Mike Brant biography

 

 
 

 

 

Mike Brant (Born as Moshe Michael Brand on February 1, 1947 April 25, 1975) was an Israeli pop star who achieved international fame in Europe in the early 70's, mainly in France . He is most known for his successful hit "Laisse-moi t'aimer" ("Let me love you"). At the peak of his career, in 1975, Mike Brant tragically died, and to this day whether this was a result of a suicide or not remains a subject of controversy.

 


 

 
 
 
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מייק ברנט, הזמר הישראלי שהצליח באירופה בשנות ה-70 והלך לעולמו בשנת 1975 הותיר אחריו מורשת מוסיקלית מפוארת. אתר זה מוקדש לזמר מייק ברנט, וניתן למצוא בו מילים לשירים כולל תרגום לעברית, קליפים, כתבות, תמונות, ועוד.

 

 

Musical career

 

At the age of 17, Moshe joined his brother's band, "The Chocolates," as the lead singer. The band, which changed its name to "The Skymasters" started out performing at parties and cafés in Haifa and Tel Aviv, and moved on to nightclubs in upscale hotels. Brant sang in English, French, Spanish, and Italian, although he spoke only Hebrew. In 1965, he changed his name to "Mike" claiming it sounded more "international" and "catchy".

 

At one of these performances, he was discovered by the Israeli impresario Jonathan Karmon, who signed him on as the singer for a dance group, for a tour around the US and South Africa , that lasted almost a year. By 1968, Brant's career had taken off. He appeared nightly before large crowds.

 

 

In May 1969, Brant performed at the nightclub of the Hilton Hotel in Teheran, "Baccara." A young French singer, Sylvie Vartan, who was also on the bill, was impressed by his talent and charisma, and urged him to come to Paris , where she promised to connect him with people and help him launch a career in Europe .

   

 

Brant arrived on July 9, 1969 in Paris with a hundred dollar bill in his pocket, determined to make an international name for himself. It took him ten days to find Vartan, but they eventually met, and she introduced him to the French producer Jean Renard, who had turned Johnny Halliday into a star. Under Renard's guidance, he changed the spelling of his family name from Brand to Brant, and recorded his biggest all-time hit, "Laisse-moi t'aimer" ("Let Me Love You"). The song was a huge success at the Midem music festival in January 1970, and was played on the radio all over France . "Laisse-moi t'aimer" sold 50,000 copies within the first two weeks.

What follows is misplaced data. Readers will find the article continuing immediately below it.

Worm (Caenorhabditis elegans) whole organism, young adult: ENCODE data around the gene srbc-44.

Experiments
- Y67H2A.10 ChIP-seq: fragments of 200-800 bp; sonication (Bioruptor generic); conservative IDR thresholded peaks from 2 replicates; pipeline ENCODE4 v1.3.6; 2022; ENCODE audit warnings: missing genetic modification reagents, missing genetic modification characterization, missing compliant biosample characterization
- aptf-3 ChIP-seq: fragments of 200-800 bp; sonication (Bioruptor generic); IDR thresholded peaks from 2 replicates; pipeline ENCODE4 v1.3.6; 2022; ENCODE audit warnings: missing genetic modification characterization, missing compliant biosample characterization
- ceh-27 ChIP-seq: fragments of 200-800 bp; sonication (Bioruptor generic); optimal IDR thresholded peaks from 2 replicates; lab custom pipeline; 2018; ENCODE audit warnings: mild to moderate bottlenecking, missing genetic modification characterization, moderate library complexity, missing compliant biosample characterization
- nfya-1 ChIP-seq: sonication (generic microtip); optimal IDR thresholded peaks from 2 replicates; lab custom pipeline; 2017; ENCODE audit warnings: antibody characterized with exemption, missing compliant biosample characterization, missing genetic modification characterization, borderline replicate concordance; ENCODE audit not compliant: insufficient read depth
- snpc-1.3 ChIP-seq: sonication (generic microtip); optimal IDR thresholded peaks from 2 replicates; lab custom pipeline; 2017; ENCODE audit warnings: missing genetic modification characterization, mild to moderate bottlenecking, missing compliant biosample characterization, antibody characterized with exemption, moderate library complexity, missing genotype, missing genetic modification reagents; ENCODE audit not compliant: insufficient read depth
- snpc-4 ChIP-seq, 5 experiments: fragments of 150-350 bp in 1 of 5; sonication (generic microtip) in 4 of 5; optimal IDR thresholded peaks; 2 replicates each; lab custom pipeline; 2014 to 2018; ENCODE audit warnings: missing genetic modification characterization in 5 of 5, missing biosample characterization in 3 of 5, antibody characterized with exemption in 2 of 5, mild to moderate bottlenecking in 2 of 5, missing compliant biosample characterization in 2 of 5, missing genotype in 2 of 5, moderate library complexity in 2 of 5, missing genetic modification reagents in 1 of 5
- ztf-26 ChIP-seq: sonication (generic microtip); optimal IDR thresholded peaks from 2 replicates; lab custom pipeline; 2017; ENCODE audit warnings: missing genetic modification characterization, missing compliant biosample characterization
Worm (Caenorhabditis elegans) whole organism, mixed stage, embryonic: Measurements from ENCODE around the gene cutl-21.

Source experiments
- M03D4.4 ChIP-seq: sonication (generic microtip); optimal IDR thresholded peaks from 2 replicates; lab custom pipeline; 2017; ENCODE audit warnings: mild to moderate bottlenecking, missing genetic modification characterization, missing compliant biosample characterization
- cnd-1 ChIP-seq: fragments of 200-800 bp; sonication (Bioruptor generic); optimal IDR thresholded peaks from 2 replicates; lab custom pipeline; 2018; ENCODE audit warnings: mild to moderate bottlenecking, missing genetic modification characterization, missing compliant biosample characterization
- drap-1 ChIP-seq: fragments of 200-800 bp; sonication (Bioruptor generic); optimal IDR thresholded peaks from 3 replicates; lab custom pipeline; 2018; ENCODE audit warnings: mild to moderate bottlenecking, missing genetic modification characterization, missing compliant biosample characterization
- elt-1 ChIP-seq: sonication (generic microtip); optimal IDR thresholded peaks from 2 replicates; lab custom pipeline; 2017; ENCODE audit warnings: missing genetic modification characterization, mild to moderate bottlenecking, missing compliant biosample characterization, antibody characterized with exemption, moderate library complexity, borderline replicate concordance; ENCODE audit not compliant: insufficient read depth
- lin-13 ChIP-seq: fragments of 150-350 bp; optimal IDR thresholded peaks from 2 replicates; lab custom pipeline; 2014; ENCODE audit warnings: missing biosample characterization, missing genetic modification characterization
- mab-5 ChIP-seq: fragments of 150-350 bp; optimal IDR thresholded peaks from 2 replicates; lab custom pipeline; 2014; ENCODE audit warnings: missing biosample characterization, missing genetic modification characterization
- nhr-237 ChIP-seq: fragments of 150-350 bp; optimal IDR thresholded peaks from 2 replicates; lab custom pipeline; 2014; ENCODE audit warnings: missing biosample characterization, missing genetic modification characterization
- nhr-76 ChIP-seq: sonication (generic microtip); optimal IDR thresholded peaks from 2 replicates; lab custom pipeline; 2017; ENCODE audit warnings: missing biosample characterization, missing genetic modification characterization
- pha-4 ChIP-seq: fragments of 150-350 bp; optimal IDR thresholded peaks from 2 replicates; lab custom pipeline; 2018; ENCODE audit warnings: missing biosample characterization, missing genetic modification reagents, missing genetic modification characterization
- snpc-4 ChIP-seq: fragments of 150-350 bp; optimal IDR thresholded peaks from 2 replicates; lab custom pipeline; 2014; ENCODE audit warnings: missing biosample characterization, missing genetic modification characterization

Success

 

A million and half copies of "Laisse-moi t'aimer" were snatched up over the next few months. Brant represented France in a radio contest broadcast all over Europe and also aired in Israel . His song in the contest, sponsored by Radio Luxembourg , was "Mais dans la lumiere" ("But Inside the Light"). Brant took first place. He continued to release new hits: "Qui saura" ("Who Knows"), "Un grand bonheur" ("Great Happiness") and "Parce que je t'aime plus que moi" ("Because I Love You More Than Myself). His wildly successful first album, "Disque d'Or" ("Gold Record") sold millions of copies. Brant took a song that was written and composed in English by his good friend Mike Tchaban/Tashban "Why do i love you? Why do i need you?" French radio would not air this song because it was in English. Brant in a sad way returned back home to give concerts and the rest of Europe . Brant's concerts attracted enormous crowds. Wherever he went, he was surrounded by adoring fans, especially girls and women, who screamed and fainted at his performances. His tours took him all over Europe .

 

In February 1971, Brant was injured in a road accident. That year, at the peak of his success, he returned home to give several concerts in Israel . During the Yom Kippur War in 1973, he performed in Israel before front-line soldiers.

 

Suicide

 

After switching managers, Brant found himself performing at an insane pace. By 1973, he was giving 250 concerts a year, some before audiences of 6,000-10,000 people. This went on for two years. He spent those years madly dodging female admirers. Despite all this adulation, Brant suffered from depression and loneliness. On November 22, 1974, he attempted suicide, jumping out the window of his manager's hotel room in Geneva . He suffered broken bones, but survived. He recovered and began to appear again, but cut down the number of performances and concentrated on putting out another album, Dis-lui ("Tell Her").

 

On April 25, 1975, on the day his new album was scheduled for release on live television, Brant leapt to his death from the balcony of an apartment in Paris . He was 28 years old.

 

Mike Brant was buried in Haifa , Israel , and his grave became a pilgrimage site for grieving fans.